Wednesday, June 13, 2012 9:08 a.m. ET
S&P 500: 1324.18
Nasdaq Comp.: 2843.07
Russell 2000: 761.53
Another violent swing in stock prices, but clearly the kind investors would like to see more of.
The market rebound was triggered by “news” that the European Central Bank (ECB) endorsed a plan to guarantee bank deposits and speculation that the U.S. Federal Reserve would stimulate economic growth.
This is a classic case of the market responding to “news,” i.e. the news whipsaw.
News that Italy’s borrowing costs surged is one of the news items to put a damper on investor enthusiasm this morning. Italy’s one-year T-bills were auctioned off yesterday at a 3.97% rate, up from 2.34% on May 11.
Greece’s elections will be held on June 17, this Sunday and will decide whether Greece will accept the austerity plan required by the International Monetary Fund (IMF) as condition of receiving financial assistance.
TODAY: Near-term, this does not look like a sustainable turn to the upside, clearly not without major, major breakthroughs in Europe, our economy and the horrors of the fiscal cliff.
Thursday and Friday will bring “some” clarity to our economic picture with Jobless Claims at 8:30 tomorrow, the Empire State Manufacturing report at 8:30 Friday, Industrial Production at 9:15 and Consumer Sentiment at 9:55.
These are potentially “news-producing” events and capable of moving the market sharply up or down.
Right now, the market is hanging tough because it is assured the Fed will step in if necessary to head off a sharper slump in the economy.
I have no problem with adversity, my problem here is that the investment environment isn’t ugly enough. There is serious downside risk if matters even get a little worse from here, or deteriorate seriously.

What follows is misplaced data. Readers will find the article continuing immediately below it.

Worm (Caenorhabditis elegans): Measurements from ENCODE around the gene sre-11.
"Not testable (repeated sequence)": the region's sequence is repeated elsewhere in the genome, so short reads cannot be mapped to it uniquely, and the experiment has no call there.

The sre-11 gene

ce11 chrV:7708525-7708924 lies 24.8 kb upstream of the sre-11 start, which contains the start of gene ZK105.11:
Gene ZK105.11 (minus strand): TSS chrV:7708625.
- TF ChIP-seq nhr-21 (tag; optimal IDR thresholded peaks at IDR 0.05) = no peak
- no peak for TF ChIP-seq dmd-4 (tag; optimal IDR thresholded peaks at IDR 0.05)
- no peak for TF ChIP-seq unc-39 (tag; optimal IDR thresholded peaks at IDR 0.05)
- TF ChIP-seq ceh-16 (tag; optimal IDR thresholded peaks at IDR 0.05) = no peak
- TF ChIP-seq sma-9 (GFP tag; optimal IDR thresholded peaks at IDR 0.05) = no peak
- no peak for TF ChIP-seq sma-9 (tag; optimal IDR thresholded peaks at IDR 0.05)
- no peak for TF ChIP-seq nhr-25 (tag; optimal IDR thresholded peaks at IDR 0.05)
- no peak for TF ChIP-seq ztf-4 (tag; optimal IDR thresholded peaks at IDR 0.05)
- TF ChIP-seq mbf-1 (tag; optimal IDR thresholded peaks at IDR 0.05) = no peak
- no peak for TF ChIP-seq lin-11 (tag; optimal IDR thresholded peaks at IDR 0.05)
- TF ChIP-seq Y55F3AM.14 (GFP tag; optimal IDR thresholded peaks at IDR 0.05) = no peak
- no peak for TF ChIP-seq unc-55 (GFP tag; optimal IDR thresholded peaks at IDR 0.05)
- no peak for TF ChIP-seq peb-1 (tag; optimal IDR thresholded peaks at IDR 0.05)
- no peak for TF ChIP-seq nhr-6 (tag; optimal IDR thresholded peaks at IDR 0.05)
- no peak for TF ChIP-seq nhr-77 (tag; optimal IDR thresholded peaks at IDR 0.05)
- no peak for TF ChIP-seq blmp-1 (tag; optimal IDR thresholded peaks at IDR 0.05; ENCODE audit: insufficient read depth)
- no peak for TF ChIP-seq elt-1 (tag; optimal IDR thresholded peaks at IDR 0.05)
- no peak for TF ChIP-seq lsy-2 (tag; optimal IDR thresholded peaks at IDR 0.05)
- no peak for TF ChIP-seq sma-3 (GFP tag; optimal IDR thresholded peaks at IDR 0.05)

I believe the market needs time for these three negatives to attract solutions.
Whether European leaders come up with a solution for the euro-areas sovereign debt woes or whether the U.S. Fed announces a plan to stimulate growth here is debatable.
Worth noting at presstime:
May retail sales were down 0.2% vs down 0.2% in April.
Producer prices dropped 1.0% in May as a result of plunging energy and food prices.
LOWER INTEREST RATES ?
I have doubts that lower interest rates in this environment will help boost the economy. Millions of consumers that used to derive needed income from safe investments (money markets, CDs. etc.) get nothing on their savings. Many have bought long-term bond funds in search of a greater yield and will get decimated by a plunge in portfolio worth when interest rates do turn up.
Corporations and wealthy individuals have all the money, so it stands to reason they should be given incentives to invest it where it generates jobs and income for others.
How /what ?
I lack the expertise in this area, but guess it would be some form of private investment vehicle offering a tax break plus added return, a muni bond with a kicker as irresistible as finger-lickin Lexington style Carolina’s pork barbeque ribs, or Pennsylvania’s old-fashioned Pa. Dutch chicken pot pie.